A Medical School Problem Based Learning (PBL) Parody of ‘The Office’

Last week a video came my way via ZDoggMD, a popular blog by doctors who are not me.

The Office Med School Edition

The clip is a parody of The Office about Problem Based Learning (PBL).

In a typical PBL, the students meet regularly in small groups. On Monday they begin with clinical aspects of a case. The process involves finding information and researching relevant topics to “solve” the diagnosis and /or a treatment dilemma. Over the course of each week the students move forward, working through a hypothetical patient’s history, physical exam and lab studies to the nitty-gritty of molecules, genes and cells implicated in a disease process.

It’s a lot of fun, usually.

The video was uploaded in February, 2007. It’s attributed to a group of med students at the University of Pittsburgh, class of 2009.


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Where Are the Nucleosomes?

This clip has had me wondering:

The DNA Dance

The video shows kids dancing on a college campus. They’re wearing tee shirts in any of four colors (representing nucleotides?) and lining up and zip-splitting in a semi-coordinated fashion, and having fun.

That’s fine, but let’s face facts: the exercise has little to do with DNA or understanding genetics at a meaningful level. From the Times Learning Network:

The idea was to connect science with the arts and to facilitate student understanding of the role genetic information plays in our lives. It also works on a metaphorical level, as an allegory for the student-faculty relationship and the college experience.

My initial reaction was puzzlement, then concern about higher education in the U.S. mixed with fear for the next generation of scientists: Where are the nucleosomes? Is the bicyclist like a helicase? What happens if there’s a double-strand break? All these things we should know.

Am I being too harsh?

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An NCI Radiation Oncologist Considers the Situation in Japan, on YouTube (with a link to Nancy Grace)

Unfortunately things are not obviously getting better in Japan. The water, air and food are affected. A few radiation workers are sick.

This morning I came upon a 5-min YouTube clip of Dr. Norman Coleman, a senior radiation oncologist at the NIH’s Center for Cancer Research, via a @NCIBulletin on Twitter. He’s speaking at the U.S. Embassy in Tokyo:

Dr. Norman Coleman, speaking March 25 in Tokyo

I think CNN, ABC, NBC, CBS, PBS, NPR and even Fox should track down Dr. Coleman and use him as an expert when he’s not busy helping resolve this emergency, because it seems he is knowledgeable, reasonable and cautious, besides appropriately tired having traveled and pondered such a complex situation that affects the public’s health.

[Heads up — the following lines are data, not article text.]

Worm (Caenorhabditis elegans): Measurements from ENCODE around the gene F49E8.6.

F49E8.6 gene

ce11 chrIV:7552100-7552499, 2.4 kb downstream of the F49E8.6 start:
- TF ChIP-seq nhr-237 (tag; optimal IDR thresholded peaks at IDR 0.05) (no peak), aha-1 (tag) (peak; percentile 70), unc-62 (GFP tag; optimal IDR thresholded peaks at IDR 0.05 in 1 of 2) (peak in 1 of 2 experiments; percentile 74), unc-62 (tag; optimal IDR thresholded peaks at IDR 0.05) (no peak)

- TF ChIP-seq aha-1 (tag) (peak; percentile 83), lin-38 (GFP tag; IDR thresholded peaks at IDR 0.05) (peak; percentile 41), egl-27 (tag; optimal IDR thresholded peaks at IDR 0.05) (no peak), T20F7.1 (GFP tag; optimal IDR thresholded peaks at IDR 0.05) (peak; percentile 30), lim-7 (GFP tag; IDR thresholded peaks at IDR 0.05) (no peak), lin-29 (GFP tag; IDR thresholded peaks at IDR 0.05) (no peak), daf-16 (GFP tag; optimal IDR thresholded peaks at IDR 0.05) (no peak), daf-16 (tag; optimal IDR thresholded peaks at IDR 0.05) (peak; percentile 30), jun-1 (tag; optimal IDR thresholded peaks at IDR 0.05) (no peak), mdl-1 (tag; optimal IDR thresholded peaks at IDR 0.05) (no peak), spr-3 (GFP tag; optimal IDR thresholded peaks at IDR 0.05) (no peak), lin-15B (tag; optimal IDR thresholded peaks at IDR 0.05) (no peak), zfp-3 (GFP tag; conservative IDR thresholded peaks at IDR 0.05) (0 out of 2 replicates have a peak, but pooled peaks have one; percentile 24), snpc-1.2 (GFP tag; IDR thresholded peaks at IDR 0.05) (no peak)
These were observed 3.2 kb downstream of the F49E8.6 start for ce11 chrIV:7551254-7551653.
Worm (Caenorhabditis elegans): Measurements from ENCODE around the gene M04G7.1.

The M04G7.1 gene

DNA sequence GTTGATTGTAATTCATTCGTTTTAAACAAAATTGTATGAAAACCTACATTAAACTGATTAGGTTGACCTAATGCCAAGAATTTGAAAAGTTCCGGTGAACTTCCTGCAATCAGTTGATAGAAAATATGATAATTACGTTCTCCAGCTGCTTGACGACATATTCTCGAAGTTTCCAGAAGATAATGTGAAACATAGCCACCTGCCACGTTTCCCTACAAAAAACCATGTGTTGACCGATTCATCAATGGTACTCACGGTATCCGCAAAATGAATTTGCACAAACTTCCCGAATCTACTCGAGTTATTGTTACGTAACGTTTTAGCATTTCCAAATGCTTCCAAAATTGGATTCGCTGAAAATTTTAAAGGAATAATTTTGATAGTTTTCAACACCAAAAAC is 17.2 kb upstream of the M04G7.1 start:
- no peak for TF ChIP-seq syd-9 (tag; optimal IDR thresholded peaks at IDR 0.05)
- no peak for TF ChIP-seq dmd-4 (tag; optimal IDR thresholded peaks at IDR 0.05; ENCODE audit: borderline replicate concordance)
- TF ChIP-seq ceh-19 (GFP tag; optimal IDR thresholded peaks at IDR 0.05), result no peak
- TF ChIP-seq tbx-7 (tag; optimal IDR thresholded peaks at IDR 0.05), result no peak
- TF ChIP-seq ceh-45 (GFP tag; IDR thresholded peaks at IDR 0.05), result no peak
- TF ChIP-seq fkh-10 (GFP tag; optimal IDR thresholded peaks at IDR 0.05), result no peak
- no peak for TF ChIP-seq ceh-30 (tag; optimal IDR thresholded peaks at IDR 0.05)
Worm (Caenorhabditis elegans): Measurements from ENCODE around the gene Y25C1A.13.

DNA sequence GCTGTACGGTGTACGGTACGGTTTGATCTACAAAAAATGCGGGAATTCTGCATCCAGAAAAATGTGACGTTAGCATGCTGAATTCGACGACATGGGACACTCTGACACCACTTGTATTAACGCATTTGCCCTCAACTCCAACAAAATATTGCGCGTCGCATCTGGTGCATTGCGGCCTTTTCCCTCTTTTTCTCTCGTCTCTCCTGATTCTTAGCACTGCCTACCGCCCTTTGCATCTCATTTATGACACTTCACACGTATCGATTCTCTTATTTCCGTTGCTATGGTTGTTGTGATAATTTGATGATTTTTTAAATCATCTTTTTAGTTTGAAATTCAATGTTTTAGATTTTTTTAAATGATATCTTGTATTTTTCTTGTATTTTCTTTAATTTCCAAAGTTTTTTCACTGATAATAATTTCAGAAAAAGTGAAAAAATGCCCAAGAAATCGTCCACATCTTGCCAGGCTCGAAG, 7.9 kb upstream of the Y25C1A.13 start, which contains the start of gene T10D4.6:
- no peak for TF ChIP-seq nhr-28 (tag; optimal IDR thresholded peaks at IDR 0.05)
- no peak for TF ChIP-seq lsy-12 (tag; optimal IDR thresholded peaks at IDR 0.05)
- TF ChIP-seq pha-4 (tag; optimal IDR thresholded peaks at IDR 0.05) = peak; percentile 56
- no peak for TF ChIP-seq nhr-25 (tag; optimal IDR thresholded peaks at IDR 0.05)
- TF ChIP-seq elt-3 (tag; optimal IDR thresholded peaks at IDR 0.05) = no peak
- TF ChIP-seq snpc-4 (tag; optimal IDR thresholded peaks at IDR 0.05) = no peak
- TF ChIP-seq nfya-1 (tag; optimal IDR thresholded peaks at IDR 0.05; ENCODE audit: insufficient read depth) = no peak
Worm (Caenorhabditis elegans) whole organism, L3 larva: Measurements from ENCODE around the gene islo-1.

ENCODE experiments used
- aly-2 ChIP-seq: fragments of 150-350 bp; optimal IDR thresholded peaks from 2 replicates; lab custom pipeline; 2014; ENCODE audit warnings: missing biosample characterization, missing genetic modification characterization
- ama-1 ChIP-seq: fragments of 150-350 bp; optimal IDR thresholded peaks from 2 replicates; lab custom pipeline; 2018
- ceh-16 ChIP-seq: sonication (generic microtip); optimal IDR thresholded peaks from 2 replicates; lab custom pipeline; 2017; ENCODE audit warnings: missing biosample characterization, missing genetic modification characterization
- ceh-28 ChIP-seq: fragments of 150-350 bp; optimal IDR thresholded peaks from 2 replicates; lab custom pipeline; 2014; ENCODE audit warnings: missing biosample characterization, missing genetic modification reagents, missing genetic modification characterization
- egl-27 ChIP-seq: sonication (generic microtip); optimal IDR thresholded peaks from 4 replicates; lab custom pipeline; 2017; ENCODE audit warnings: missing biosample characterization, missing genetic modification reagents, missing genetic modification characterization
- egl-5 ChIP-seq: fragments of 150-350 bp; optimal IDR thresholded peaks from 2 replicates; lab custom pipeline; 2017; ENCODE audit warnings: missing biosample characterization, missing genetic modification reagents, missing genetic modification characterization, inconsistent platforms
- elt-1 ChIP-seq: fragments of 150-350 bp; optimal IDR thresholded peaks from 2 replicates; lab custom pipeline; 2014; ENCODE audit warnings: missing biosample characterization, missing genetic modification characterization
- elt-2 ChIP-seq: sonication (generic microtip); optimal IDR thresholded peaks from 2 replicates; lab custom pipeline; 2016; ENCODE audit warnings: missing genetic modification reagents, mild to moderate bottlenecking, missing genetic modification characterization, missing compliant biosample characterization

Then again, it’s always a good idea to hear from a variety of sources –

A recent, perfectly-titled Dot Earth post by Andrew Revkin threads Nancy Grace, a meteorologist, CJR, Jon Stewart and a magician. Read it and watch:

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A 2nd-Year Med Student Turns YouTube Star

A surprise today, indirectly, from a medical student in Philly:

You can read about the performance, by a celebratory second-year student at Drexel University College of Medicine, in the Philadelphia Inquirer/Daily News Digital.

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Doctors Enjoy Smoking Camels, in an Old Cigarette Ad

A new Twitter follow led me to LongartsZwolle, a blog by a pulmonologist in the Netherlands. A February 1 post needs no translation:

More Doctors Smoke Camels Than Any Other Cigarette

The clip is said, on YouTube, to be a 1949 commercial for Camel cigarettes. I tried to find more on this, first by clicking on the Camel website, sponsored by the R.J. Reynolds Tobacco Company, but the virtual age filter checkpoints asked me for too much information, so I gave up.


Note: Using Google translator, I initially found that longarts means “lung” in Dutch. Zwolle is a city north and east of Amsterdam. But @longartszwolle clarified via Twitter: longarts means pulmonologist. – updated by ES, 2/4/11, 9AM.

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Doctors Singing On YouTube

A few weeks ago I found some doctors singing on YouTube. They made me laugh and perhaps, even, feel better.

Doctors in Cyberspace

I contacted the singing doctors to check, among other things, that they’re still in business. It turns out that Drs. Barry Levy and Greg LaGana both graduated from Cornell University Medical College just a few years back, in 1971. They’ve been performing together for years and still do.

“Why rant and rave when a laugh will do?” said the New York Times about the pair, in 2004.

Now, they have a YouTube channel. Of the five videos available, my preference is Doctors in Cyberspace (above) but that’s probably because I’m partial to the “I Feel Pretty” melody from West Side Story. Health Care Business, to the tune of “There’s No Business Like Show Business” comes in at a close second and, based on the number of YouTube viewings so far, seems to be the public’s favorite.

Their website is called Damaged Care. You can buy a CD for a holiday gift. Or hire the doctors to entertain at a real-life party or other event: they’ve performed for state medical societies, hospital associations, the AMA, pharmaceutical industry associations, the Federal Reserve Bank of Boston and the General Assembly of the Presbyterian Church among other agencies, and at Off-Off-Broadway venues in New York City.

The Damaged Care Doctors

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